Although we all knew the term, “black swan events” were such a mysterious

and distant notion, you’d give yourself a mental high-five for dropping their

existence into strategy or Board meetings. Well now we all know. Covid-19 is

calamitous for businesses large and small. Worst fears have been realised if

not superseded. I took my eldest daughter who was about nine years old at

the time, to school in fancy dress once, to find that we were a week early.

Being an introvert, the entire fancy dress thing was an absolute nightmare for

her, so when I said to her on the drive home to get her uniform,

“See darling – your worst fear has been realised. It wasn’t that bad was it?”, her stunned silence and saucer-like eyes said it all. For an extrovert like me, the opportunity presented itself to be hero for a day. My pivot would have been to turn what many would have perceived as a disaster, into a glorious opportunity. My daughter’s pivot was to retreat, regroup and return, ready for the new day. And both would have been perfectly acceptable as far as pivots go. Pivoting is action and solution-oriented. It’s the antithesis of cowering or standing down.

Nobody was feeling too heroic at the outset of this pandemic of ours. Sure,

there have been some very obvious and much heralded winners, but even

they would have been shocked by the speed at which their businesses,

stakeholders and business models were disrupted and discombobulated. (I

never want to hear or say “unprecedented” again. Milky Bar to anyone who

catches me henceforth.) No one company has been without challenges.

Some are going to come out stronger, and many will very unfortunately cease

to exist. I remember being in the schoolyard at pickup time when we first

moved back to Australia from London. One of the mothers, who was

absolutely charming and became a friend of mine, told me that I was the

reason she and her husband went bankrupt. They’d had boutiques and she’d

heard that I was one of the founders of Net-a-Porter, which was one of the

.25% of dotcoms to survive the bust, and which changed the way people

perceived online shopping. I was gutted for her and her family, but equally

knew that they hadn’t kept up with constantly evolving wants and needs. They

hadn’t pivoted their business to give their precious customers 24/7 access to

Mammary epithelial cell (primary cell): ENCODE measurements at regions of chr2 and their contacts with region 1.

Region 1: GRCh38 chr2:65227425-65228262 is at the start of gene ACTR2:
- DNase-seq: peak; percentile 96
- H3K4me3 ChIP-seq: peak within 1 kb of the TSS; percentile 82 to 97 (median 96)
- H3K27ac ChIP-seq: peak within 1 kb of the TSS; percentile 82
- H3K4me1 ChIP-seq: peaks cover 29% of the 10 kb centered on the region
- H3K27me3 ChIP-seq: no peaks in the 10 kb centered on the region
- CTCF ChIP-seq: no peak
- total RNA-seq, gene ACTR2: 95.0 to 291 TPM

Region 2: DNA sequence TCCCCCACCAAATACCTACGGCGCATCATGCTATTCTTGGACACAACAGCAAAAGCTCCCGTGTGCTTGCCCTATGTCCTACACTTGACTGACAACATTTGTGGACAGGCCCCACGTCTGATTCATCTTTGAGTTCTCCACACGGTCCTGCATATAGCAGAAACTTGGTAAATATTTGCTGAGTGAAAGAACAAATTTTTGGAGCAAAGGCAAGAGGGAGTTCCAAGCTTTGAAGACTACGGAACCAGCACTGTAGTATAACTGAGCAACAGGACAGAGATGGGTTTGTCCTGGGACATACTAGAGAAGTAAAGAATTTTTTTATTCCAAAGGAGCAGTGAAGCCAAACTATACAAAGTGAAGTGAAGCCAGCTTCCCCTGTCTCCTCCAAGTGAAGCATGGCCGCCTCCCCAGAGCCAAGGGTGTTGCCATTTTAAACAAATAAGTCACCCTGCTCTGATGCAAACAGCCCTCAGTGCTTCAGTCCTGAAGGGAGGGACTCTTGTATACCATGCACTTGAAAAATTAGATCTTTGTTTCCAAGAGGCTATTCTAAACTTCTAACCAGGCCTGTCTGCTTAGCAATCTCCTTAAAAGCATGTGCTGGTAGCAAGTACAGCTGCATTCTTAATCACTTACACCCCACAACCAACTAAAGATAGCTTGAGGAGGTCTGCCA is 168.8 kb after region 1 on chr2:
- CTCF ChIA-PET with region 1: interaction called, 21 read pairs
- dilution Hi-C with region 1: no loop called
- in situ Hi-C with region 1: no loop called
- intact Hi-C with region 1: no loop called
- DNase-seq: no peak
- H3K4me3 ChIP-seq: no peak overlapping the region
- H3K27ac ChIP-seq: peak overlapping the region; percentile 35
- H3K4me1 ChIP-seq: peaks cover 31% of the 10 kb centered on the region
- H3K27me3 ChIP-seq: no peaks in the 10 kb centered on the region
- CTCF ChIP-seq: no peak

products and services they desired. Similar challenges and opportunities exist

today, with new paradigms such as economic insecurity, higher digital

engagement, remote working, social distancing, a focus on hygiene and

wellness, nesting at home, the redefinition of purpose and introspection,

shortened supply chains, supplier instability and de-urbanisation, all of which

we need to attend if it impacts any of our stakeholders. This is where we pivot,

to ensure we evolve our offering so that it keeps pace with the evolving state

of what it is to be human in today’s society.

There’ve been a number of stages throughout the pandemic, once we all

realised and agreed that it ain’t no flu. Bigger businesses needed to dig out

their Crisis Response Plans and hope like heck they were robust enough to

cope with total and utter disruption on every level. Smaller businesses needed

to create theirs on the fly. Where there was still a pulse, business as usual

needed to be protected and bolstered. It’s from this point where organisations

started to diverge and deviate. Some retreated and too quickly, retrenched.

In most cases it showed a lack of leadership and imagination and a total

disregard for their stakeholders. Team members, suppliers and customers

were treated as though they were expendable. How very last century. Others

immediately started the process of how they could pivot to survive in the

short-term while creating sustainable and profitable growth for the long term.

There have been innumerable businesses that have done a sterling job of

catering to the evolving need states of their customers. Even the smallest

pivot can make a big difference. Take Guerilla Tacos in California for

example. They introduced “Emergency Kits”, which were supplies for forty

tacos and a roll of toilet paper. While I find their ratio intriguing, I love the

concept for our time.

We can’t fall in love with where we were, and we certainly can’t and shouldn’t

rely on historical cycles to repeat. To paraphrase Tadashi Yanai the founder and CEO of

Uniqlo, you can’t predict the future, so why don’t you just go out and

create one. The idea of imagining and creating a better future for ourselves,

our stakeholders and our businesses sounds rather delightful. This Black

Swan and her pandemic present us all with an opportunity and catalyst to

pivot for purpose and profitability, and in doing so, create something infinitely